In many spots you don’t want to expose 《Hedron Crab》 on the first turn to protect it from removal. This can again change depending on the texture of your hand (if you are holding 《Glimpse the Unthinkable》 or multiple Crabs) or when facing a deck with counterspells or discard.
– Fetching Optimally with 《Hedron Crab》
Normally you don’t want to play a fetchland and respond to your 《Hedron Crab》 trigger by searching for a land. The best way to do it is to let the trigger resolve and if you hit a 《Narcomoeba》 you want to respond to the 《Narcomoeba》 trigger by fetching. This allows a 《Prized Amalgam》 that you might mill with the second trigger to see the 《Narcomoeba》 enter the battlefield.
All of this changes if you already have a guaranteed way of triggering 《Prized Amalgam》, such as 《Vengevine》 or 《Gravecrawler》, or if you are running low on fetchable lands, then it is correct to respond to the 《Hedron Crab》 trigger by fetching and avoiding the risk of running out of fetchable lands.
– Don’t Forget to Sacrifice Your 《Vengevine》s
– Keep a Zombie Creature in Your Hand against Mass Removal
– Keep Track of Your Fetchable Lands
If you have already milled an 《Overgrown Tomb》 then there is no point in fetching for one unless you boarded in green cards or want to protect your 《Watery Grave》 and 《Swamp》 by leaving them in the deck.
– Don’t Fetch 《Overgrown Tomb》 Blindly
In some cases you want to have access to double blue mana on turn three to cast a 《Hedron Crab》 and a 《Narcomoeba》, which means you shouldn’t always automatically fetch for 《Overgrown Tomb》 once you have access to one 《Watery Grave》.
– Considering Your Clock and Matchup
If you have the option of bringing back a 《Vengevine》 on turn 2 or casting 《Glimpse the Unthinkable》 make sure to carefully consider your clock and the matchup to figure out what you would need the Glimpse to hit to make it better than just attacking with a 《Vengevine》 right away.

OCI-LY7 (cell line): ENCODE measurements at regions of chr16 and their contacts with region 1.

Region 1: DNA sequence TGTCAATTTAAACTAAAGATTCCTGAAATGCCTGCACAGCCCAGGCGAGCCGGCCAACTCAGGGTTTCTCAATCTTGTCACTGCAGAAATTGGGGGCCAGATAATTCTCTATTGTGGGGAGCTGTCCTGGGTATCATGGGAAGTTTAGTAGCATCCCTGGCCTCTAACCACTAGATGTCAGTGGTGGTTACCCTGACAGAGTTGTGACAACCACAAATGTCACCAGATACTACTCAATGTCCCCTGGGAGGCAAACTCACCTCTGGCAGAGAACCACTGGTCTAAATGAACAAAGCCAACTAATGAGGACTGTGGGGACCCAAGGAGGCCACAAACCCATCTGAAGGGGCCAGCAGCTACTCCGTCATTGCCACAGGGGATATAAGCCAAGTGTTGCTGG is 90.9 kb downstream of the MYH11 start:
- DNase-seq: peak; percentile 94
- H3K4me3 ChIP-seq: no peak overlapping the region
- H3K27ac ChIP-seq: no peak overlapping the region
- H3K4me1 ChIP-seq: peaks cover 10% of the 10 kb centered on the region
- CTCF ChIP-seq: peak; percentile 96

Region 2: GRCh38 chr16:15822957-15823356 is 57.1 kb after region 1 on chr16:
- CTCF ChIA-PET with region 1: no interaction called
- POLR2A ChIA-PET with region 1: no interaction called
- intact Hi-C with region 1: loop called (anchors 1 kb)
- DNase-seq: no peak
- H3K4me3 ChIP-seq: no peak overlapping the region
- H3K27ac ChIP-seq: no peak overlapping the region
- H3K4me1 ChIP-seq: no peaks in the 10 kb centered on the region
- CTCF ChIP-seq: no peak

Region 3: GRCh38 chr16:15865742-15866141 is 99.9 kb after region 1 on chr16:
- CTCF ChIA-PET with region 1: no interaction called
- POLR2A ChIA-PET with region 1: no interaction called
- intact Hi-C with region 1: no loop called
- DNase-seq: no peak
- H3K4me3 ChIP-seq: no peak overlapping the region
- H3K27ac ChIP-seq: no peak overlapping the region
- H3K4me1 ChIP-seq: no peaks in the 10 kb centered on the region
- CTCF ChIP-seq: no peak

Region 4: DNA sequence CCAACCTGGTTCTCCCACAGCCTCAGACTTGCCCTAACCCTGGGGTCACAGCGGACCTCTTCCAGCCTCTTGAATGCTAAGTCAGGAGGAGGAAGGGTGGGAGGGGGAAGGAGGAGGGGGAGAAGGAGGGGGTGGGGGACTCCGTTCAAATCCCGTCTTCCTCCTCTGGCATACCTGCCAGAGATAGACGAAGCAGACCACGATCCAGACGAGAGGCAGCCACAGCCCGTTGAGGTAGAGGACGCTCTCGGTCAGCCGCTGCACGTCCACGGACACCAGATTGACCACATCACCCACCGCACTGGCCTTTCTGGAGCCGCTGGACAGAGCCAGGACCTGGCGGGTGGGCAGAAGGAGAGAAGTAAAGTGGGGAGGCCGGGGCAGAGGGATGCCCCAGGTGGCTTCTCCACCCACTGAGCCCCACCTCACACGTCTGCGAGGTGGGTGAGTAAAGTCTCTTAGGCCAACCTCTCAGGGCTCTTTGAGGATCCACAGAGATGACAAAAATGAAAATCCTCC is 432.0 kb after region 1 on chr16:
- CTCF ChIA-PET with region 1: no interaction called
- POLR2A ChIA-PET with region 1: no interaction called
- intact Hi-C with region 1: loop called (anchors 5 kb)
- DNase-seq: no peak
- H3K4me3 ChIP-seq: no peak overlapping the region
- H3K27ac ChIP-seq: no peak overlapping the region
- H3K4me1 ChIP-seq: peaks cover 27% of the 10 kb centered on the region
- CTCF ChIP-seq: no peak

– Casting Your Creatures Wisely
– Learning The Amalgam Tricks
The Amalgam trick lets you get back 《Prized Amalgam》 at the end of your opponent’s turn and grow your 《Carrion Feeder》 for free. When you control a 《Carrion Feeder》 and have multiple copies of 《Prized Amalgam》 trigger at the end of your turn you want to let them enter one by one and always sacrifice them right away so that they see the last 《Prized Amalgam》 enter play. This will give you Amalgam triggers in your opponent’s end step, allowing you to play around mass removal such as 《Anger of the Gods》 or 《Supreme Verdict》. Depending on the board state you can keep going and sacrifice the Amalgams again in your opponent’s end step to grow 《Carrion Feeder》.
Keep or Mulligan and Sequencing
Keep or Mulligan
To put the theory into practice here are a few example hands and my take on them:
Sample Hand 1
I would mulligan this hand as you are really reliant on 《Stitcher’s Supplier》 finding a 《Narcomoeba》 or 《Gravecrawler》 to be able to mill enough cards, and I think you can do much better on six cards. If this hand had an additional one mana creature I would keep.
Sample Hand 2
While not optimal, I think you should keep this hand and try to build a board on turn 3, but I wouldn’t really fault anyone for taking a mulligan, especially on the draw.
Sample Hand 3
This hand is as close as it gets, you don’t have any bricks in hand but also only one enabler. I would mulligan this hand on 7 cards and keep on 6 cards. 《Carrion Feeder》 will allow you to trigger 《Vengevine》 on turn 3 even if you have to run out your creatures to Conspire 《Memory Sluice》.
Sample Hand 4
While similar to one of the previous hands, I think this hand is a mulligan, as it is lacking a second one mana creature or a second enabler.
Here are a few example hands and board states to practice sequencing:
Sample Hand 5
Sample Hand 6
Again you shouldn’t play 《Gravecrawler》 on turn one. Play a tapped 《Watery Grave》, followed by 《Swamp》 on turn two in case you draw a 《Hedron Crab》 and then 《Glimpse the Unthinkable》. On turn three you will have to decide on the best play based on what was milled with the first Glimpse.
Sample Hand 7
This hand is a little more intricate, but again I wouldn’t play 《Stitcher’s Supplier》 on the first turn. The upside of running it right away is that you can potentially get access to any 《Vengevine》 milled on turn 3 with a Conspired 《Memory Sluice》 if you either draw a one drop and mill a 《Gravecrawler》, draw two one drops or mill two 《Gravecrawler》.
The risk is bricking completely by not drawing one mana creatures or milling 《Gravecrawler》, or your opponent removing 《Stitcher’s Supplier》 right away. If they have instant speed removal for your turn three to kill 《Stitcher’s Supplier》 with the trigger on the stack then you still had outs to mill 《Narcomoeba》 and 《Prized Amalgam》 with Glimpse on turn two or draw a second one mana creature to trigger 《Vengevine》.
If the 《Stitcher’s Supplier》 was a 《Carrion Feeder》 that would make the decision closer as it would allow you to get 《Vengevine》 triggers on turn three with only one 《Gravecrawler》, but I still wouldn’t play it on the first turn.
Sample Hand 8
How do you play your second turn?